Seller's market

From: Uncle Roger <>
Date: Wed Mar 24 15:00:27 1999

>If I sell to you for $50 when someone else offers $500, the blame is on me
>for taking less than the highest offer,

Keep in mind that money is not the only method of payment. That situation
could easily be $500 cash or $50 and a promise to care for it the way you
would want it to be cared for.

>You've undoubtedly read my comments about the low (70%) completion rate
>walk away, having ruined the auction by bidding out the more serious
>bidders, when there was no serious commitment to buy.

A couple of comments: sellers can (and often do) contact the second highest
bidder if the first "walks away". Also, I think there may be other reasons
for backing out than the malicious attacks on sellers suggested earlier.
Shipping might be one reason (I recently "walked away" from a couple of DEC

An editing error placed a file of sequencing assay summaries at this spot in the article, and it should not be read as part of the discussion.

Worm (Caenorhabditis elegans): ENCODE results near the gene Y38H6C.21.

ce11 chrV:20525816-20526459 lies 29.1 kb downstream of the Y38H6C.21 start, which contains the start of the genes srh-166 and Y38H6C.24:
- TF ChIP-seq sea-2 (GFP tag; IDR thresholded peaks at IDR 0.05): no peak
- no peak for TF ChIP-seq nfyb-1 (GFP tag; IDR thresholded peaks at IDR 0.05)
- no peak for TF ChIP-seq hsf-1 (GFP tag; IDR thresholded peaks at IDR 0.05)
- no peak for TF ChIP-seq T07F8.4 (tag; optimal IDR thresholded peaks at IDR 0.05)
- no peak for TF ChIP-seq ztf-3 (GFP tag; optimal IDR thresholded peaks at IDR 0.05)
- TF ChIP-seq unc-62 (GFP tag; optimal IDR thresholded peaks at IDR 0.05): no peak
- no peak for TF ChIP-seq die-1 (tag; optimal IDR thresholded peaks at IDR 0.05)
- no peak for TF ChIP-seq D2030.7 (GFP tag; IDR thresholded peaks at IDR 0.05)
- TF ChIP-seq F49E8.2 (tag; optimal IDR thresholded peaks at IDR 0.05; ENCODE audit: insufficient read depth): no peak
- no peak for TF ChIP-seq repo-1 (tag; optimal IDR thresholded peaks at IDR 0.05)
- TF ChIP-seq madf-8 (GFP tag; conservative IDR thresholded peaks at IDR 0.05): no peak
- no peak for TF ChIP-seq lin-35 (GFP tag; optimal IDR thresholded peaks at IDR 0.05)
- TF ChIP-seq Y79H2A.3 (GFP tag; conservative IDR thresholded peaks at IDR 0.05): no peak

computers I bought on eBay because of the shipping. (I'm sending the guy
the full bid amount plus shipping on the items I *do* want; he was nice
enough to throw in a couple other computers to replace the ones I didn't
want!)) In any case, a 70% completion rate is not necessarily a sign of
people artificially raising bid prices with no intention of following through.

>EBay does charge the would-be seller a fee based on the final bid price and
>not on the actual selling price. It benefits them to have the prices as
>high as they will go.

Okay, so yes, the eBay people sit there, rubbing their hands and cackling
gleefully as they watch the selling prices for altairs soar through the
roof. But what is it that they do (other than provide the service) to
encourage the higher selling prices?

>My belief on this matter is that the very thing which drives the prices up
>is also the thing that causes the high transaction failure rate.

but eBay doesn't get paid if the trx falls through, so it would make sense
for eBay to prefer a lower commission on a smaller sale than no commission
on a sale that doesn't go through.

--------------------------------------------------------------------- O-

Uncle Roger "There is pleasure pure in being mad that none but madmen know."
Roger Louis Sinasohn & Associates
San Francisco, California
Received on Wed Mar 24 1999 - 15:00:27 GMT

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